Turning first to the economic benefits of tourism, we can see that in the case of the Cook Islands, there is a variety of sources of income from tourist receipts. According to a 1991 visitor survey (Tourism Council of the South Pacific, 1991), after beach activities and natural scenery (62%), visitors to the Cook Islands are looking for entertainment and folklore and cultural experiences (37%). Although the data from the Tourism Council of the South Pacific (1991) suggest that tourists are helping the economy in the Cook Islands, the recent increase in foreign-owned tour companies (Peters, 2007) may well have reduced the percentage expenditure on local tourist agencies, which would therefore reduce the significance of tourist receipts.

    Contrasting the data with other work to see what the differences are.

    Say, on closer examination, you find that the data from Myles, 2004, and the Tourism Council of the South Pacific, 1991, was based on the same source, and that the information had been gathered in 1987. One question you would probably ask is, 'Has it changed since then?'. Tourism has certainly changed significantly over the last twenty-five years. With this in mind, you might put forward a weaker statement like this:

    Turning first to the economic benefits of tourism, we can see that in the case of the Cook Islands, there is a variety of sources of income from tourist receipts. According to a 1991 visitor survey (Tourism Council of the South Pacific, 1991), after beach activities and natural scenery (62%), visitors to the Cook Islands are looking for entertainment and folklore and cultural experiences (37%). The data from the Tourism Council of the South Pacific (1991) suggests that tourists are helping the economy in the Cook Islands. However, the data from the survey originates from a 1987 census, suggesting that there may well be differences between then and now.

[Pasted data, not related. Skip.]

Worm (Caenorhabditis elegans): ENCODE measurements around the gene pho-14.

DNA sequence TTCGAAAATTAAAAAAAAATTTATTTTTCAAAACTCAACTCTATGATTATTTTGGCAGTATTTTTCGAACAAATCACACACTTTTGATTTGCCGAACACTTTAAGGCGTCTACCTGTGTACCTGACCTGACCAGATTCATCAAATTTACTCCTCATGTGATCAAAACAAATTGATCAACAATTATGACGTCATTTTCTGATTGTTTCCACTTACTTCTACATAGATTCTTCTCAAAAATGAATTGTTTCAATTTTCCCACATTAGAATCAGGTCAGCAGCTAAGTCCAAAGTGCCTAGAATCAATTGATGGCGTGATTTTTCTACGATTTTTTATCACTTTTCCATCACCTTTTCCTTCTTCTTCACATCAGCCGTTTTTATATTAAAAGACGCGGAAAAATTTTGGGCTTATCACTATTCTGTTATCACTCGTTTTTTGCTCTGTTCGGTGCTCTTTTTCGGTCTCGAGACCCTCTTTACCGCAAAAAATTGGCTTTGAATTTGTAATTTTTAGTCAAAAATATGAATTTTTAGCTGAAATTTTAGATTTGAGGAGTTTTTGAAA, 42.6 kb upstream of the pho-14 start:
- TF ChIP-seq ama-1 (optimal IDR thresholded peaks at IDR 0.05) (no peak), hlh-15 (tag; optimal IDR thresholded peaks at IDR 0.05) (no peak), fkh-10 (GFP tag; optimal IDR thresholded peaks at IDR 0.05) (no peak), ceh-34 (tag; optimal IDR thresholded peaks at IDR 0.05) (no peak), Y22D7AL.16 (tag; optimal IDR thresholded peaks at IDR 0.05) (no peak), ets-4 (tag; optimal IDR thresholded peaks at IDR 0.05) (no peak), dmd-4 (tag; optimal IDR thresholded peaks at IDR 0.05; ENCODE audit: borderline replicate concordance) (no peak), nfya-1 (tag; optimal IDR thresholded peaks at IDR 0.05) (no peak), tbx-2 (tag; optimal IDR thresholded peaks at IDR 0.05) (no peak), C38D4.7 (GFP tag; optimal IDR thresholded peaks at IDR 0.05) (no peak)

Or if you find no weaknesses in the data or contrasting findings from other sources, you might decide to rely on the Tourism Council data and make a stronger conclusion as highlighted below:

    Turning first to the economic benefits of tourism, we can see that in the case of the Cook Islands, there is a variety of sources of income from tourist receipts. According to a 1991 visitor survey (Tourism Council of the South Pacific, 1991), after beach activities and natural scenery (62%), visitors to the Cook Islands are looking for entertainment and folklore and cultural experiences (37%). Tourists are thus helping to create jobs which are based on making them feel welcome and at the same time they put cash into the economy directly by paying for services.

    Trying to find 'holes' in the data, so you can work out how reliable the data is and how strong your conclusions should be.

    These are just a few simple illustrations of developing more critical responses in your writing. With practice, assessing evidence and forming arguments and conclusions will become second nature to you. Make sure you pay particular attention to any feedback from your tutors as to where you can improve your critical responses to specific aspects of your essay questions. The links below also provide more helpful practice.

    Other useful resources

    Other useful resources